It’s no surprise that a recurrent headline during the pandemic has centered around record levels of unemployment due to layoffs that started early on in the crisis and have continued throughout. And yet, paradoxically, many companies are facing significant challenges in recruiting talent. Part of the reason lies in mismatches of supply and demand. In many cases, the skill sets of those who have been laid off don’t match the workforce needs of industries that are facing shortages, or there are geographic mismatches – where one region has a high number of job openings, but unemployed people are concentrated in other areas.1

However, other dynamics have been exacerbated by the pandemic. For example, trends show older workers deciding to opt for early retirement and parents (more likely mothers) needing to stay home to take care of children unable to attend in-person school.2

A shortage of workers in specific industries is not new. However, in addition to the variables brought by the pandemic, a confluence of specific macro-economic trends is resulting in grim growth rates in the general labor force. Even before the pandemic, the labor market has been affected by several dynamics, including:

  • Slowing growth of the working-age population coupled with large-scale retirement of the baby boomer generation;
  • A growing trend of young adults enrolling at higher rates in four-year colleges or universities instead of trade or vocational schools;

A reduction in working 16- to 24-year-olds.3 These factors combine to make blue-collar industries particularly hard hit by the shortage, as baby boomers and 16- to 24-year-olds perform a number of these types of jobs. As a result of the shortage, blue-collar industries have seen rapid wage growth, which has also encouraged job-hopping. In the current environment, wage growth is slowing for highly educated white-collar workers.4 Indeed, due to the skyrocketing costs of higher education, vocational training and technical schools could quickly become a more attractive option to young high school graduates.5

In addition to blue-collar industries, worker shortages are being felt in some key professions such as nursing, aviation, and education. The trends leading to these shortages are similar across industries – an aging working population close to retirement, exacerbated by the effects of the pandemic.6 Nursing and pilot shortages have long been predicted as a looming crisis – the stress and trauma of the pandemic only serve to accelerate the departure of those that may seek to leave the profession.

Combatting workforce shortages is not a one-time fix. Workforce planning practices should be incorporated annually – just as budgeting and strategic planning are.

Key considerations include:

  • Competency modeling to identify critical skills and abilities and how well the workforce meets the organization’s competency needs;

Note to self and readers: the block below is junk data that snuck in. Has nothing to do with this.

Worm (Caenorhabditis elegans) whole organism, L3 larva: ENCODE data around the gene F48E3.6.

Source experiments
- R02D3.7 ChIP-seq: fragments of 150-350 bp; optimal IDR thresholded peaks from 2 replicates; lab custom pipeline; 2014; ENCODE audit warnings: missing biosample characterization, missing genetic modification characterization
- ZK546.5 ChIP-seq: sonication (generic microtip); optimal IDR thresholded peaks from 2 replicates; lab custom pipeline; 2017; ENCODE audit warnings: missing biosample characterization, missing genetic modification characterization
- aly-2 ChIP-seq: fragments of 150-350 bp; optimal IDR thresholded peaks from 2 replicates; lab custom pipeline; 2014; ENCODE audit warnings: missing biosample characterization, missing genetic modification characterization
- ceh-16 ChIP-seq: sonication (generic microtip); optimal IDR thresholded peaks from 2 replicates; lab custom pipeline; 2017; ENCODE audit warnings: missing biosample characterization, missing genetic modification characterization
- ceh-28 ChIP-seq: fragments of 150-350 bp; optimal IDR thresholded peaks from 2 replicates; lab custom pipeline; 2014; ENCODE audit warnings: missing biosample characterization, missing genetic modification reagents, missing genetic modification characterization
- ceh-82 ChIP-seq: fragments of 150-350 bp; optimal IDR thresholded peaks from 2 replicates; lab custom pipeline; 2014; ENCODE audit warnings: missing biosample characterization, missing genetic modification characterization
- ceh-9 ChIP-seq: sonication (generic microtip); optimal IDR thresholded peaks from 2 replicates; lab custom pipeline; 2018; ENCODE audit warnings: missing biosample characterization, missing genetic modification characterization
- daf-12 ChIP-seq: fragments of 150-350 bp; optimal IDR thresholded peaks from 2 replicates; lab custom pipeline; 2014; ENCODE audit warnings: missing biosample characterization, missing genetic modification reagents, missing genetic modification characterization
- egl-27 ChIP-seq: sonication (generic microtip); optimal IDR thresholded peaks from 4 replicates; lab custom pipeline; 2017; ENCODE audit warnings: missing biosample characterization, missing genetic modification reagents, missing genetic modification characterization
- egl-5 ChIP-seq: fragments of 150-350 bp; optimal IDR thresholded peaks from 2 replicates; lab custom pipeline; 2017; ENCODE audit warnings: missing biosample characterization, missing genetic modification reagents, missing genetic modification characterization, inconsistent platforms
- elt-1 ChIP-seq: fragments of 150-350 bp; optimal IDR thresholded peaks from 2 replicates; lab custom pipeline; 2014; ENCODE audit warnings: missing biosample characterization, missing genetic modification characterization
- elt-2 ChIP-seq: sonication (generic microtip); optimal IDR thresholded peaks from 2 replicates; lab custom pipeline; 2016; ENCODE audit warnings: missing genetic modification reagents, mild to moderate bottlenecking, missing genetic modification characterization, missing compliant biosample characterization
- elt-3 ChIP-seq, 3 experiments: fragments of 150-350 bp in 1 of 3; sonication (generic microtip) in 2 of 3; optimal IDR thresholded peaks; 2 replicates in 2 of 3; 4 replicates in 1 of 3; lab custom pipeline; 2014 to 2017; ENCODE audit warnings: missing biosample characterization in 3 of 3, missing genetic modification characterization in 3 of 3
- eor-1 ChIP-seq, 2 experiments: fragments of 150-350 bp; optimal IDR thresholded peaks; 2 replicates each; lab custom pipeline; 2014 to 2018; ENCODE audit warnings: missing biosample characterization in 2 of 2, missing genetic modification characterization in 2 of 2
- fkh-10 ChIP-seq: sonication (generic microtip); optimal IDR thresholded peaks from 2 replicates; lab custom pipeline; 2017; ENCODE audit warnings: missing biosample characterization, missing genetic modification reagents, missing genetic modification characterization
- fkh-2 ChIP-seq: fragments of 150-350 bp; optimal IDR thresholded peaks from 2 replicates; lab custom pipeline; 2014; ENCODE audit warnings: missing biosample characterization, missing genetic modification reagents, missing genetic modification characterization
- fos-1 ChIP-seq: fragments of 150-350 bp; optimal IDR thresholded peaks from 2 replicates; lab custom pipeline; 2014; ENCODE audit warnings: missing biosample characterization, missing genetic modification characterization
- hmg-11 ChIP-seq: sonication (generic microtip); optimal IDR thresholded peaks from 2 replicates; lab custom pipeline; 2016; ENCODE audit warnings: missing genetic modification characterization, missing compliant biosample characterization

• Career pathing and succession planning;
  • Developing and maintaining a recruiting pipeline that includes educational and/or vocational institutions;7
  • Ensuring that your benefits offerings create value for your workforce and provide flexibility. As an example, a younger, educated workforce may find value in support for student loan repayment, whereas others may find long-term care options to be more enticing.

Companies may also want to look into expanding operations by considering a broader geographic footprint – to establish a presence in locations where there is a substantial workforce presence that likely have the competencies you’re looking for.

In addition, incorporating the use of a contingent workforce into your overall workforce strategy can drive many benefits, including:

  • Improve business agility and flexibility – allow companies to scale their workforce up or down expeditiously without the need to take on or shed fixed costs.
  • Providing access to specific skills on an as-needed basis – allowing you to fill critical gaps and/or increase the likelihood of successfully completing key initiatives.
  • Broaden the talent pool and reduce the risk of a poor cultural fit by allowing you to leverage a ‘try before you commit’ strategy to recruiting. No surprise in the ‘gig economy,’ contingent work holds greater appeal for millennials and the younger generations, who tend to prioritize greater flexibility and control over choosing their projects.8
  • Improve Diversity & Inclusion (D&I).

Deployed thoughtfully, a contingent labor program can save companies money, but more importantly, it can help you reach your workforce goals.9

About the Author:

Stephanie Scarola, Principal Consultant

Leveraging her 20 years of experience in finance, operations, and financial services, along with ERA’s team of category experts, Stephanie works closely with clients in the higher education sector to identify and implement cost savings opportunities in a wide range of areas.


Sources: (1) Wisconsin Public Radio. December 9, 2020. Rachael Vasquez. “Business Group Says Some Industries Still Dealing With Worker Shortage”(2) Forbes. Feb 19, 2021. Bill Conerly. “The Labor Market Is Tight Despite High Unemployment”(3) (4) HR Daily Advisor. Mar 6, 2020. “Blue-Collar Industries See Increase in Talent Shortages” (5) Machinery Lubrication. Caitlin Schudalla. “How to Address the Skilled Worker Shortage” (6) The New York Times. Feb 25 2021. Theresa Brown. “Covid-19 Is ‘Probably Going to End My Career”(7) Machinery Lubrication. Caitlin Schudalla. “How to Address the Skilled Worker Shortage” (8) The Jabian Journal. Jeff Birch and Amir Poonsakvarasan. “Maximizing the Value of Your Contingent Workforce”(9) The Jabian Journal. Jeff Birch and Amir Poonsakvarasan. “Maximizing the Value of Your Contingent Workforce”